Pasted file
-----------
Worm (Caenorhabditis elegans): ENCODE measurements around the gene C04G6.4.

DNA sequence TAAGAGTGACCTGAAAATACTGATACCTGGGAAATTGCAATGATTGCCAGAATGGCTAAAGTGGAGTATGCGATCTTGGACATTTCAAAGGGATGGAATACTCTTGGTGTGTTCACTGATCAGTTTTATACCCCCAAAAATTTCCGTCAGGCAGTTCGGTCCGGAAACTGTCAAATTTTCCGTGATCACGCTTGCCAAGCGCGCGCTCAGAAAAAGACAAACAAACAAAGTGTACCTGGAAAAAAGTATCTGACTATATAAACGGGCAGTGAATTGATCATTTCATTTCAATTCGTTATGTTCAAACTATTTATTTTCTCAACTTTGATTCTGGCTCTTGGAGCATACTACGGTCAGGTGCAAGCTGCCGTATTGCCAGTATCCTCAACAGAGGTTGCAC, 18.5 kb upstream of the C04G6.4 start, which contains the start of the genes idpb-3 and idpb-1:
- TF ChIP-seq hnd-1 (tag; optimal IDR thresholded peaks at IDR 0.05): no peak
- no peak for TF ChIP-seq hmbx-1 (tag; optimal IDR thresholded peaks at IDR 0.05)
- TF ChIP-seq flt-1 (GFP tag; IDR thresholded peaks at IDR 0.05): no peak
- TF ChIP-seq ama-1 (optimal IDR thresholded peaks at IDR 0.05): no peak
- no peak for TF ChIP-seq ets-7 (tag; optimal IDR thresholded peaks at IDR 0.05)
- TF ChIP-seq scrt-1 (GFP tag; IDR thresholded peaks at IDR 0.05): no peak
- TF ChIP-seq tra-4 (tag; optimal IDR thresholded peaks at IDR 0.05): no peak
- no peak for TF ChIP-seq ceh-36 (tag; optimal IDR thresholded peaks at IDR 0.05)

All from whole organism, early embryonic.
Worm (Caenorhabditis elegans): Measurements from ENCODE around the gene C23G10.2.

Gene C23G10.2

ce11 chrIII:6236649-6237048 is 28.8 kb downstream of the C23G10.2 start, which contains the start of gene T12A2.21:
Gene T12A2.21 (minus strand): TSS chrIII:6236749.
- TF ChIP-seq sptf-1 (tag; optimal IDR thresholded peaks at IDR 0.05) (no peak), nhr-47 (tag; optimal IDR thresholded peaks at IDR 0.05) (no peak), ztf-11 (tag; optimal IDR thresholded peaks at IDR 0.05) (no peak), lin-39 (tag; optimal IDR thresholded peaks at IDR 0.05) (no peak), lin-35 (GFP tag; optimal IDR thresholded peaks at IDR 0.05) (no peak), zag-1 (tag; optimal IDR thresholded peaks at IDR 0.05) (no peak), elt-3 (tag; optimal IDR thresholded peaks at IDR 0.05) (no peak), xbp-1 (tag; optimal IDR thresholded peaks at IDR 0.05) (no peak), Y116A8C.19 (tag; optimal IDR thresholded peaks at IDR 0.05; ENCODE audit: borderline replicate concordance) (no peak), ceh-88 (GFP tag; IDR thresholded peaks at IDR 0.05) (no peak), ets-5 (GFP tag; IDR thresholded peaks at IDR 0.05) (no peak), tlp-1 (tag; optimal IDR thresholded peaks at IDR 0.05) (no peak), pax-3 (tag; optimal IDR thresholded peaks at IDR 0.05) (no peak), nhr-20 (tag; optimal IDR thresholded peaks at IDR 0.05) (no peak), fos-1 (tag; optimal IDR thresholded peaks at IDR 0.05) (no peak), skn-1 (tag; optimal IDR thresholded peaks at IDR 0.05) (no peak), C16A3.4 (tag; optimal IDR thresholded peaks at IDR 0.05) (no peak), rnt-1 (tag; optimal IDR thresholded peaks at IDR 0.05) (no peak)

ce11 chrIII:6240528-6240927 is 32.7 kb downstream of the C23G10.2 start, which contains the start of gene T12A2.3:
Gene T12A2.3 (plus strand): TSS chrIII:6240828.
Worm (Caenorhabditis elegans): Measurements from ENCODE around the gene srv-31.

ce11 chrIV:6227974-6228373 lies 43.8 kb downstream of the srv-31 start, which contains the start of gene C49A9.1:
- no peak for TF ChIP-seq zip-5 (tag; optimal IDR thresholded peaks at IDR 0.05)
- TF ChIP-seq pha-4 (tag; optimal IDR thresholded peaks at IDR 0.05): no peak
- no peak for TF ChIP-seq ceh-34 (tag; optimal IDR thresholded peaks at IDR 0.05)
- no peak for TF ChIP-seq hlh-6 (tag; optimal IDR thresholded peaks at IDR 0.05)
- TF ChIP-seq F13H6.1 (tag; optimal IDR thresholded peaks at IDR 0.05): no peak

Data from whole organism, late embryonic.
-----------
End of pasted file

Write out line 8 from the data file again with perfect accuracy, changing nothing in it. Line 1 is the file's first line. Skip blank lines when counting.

- TF ChIP-seq scrt-1 (GFP tag; IDR thresholded peaks at IDR 0.05): no peak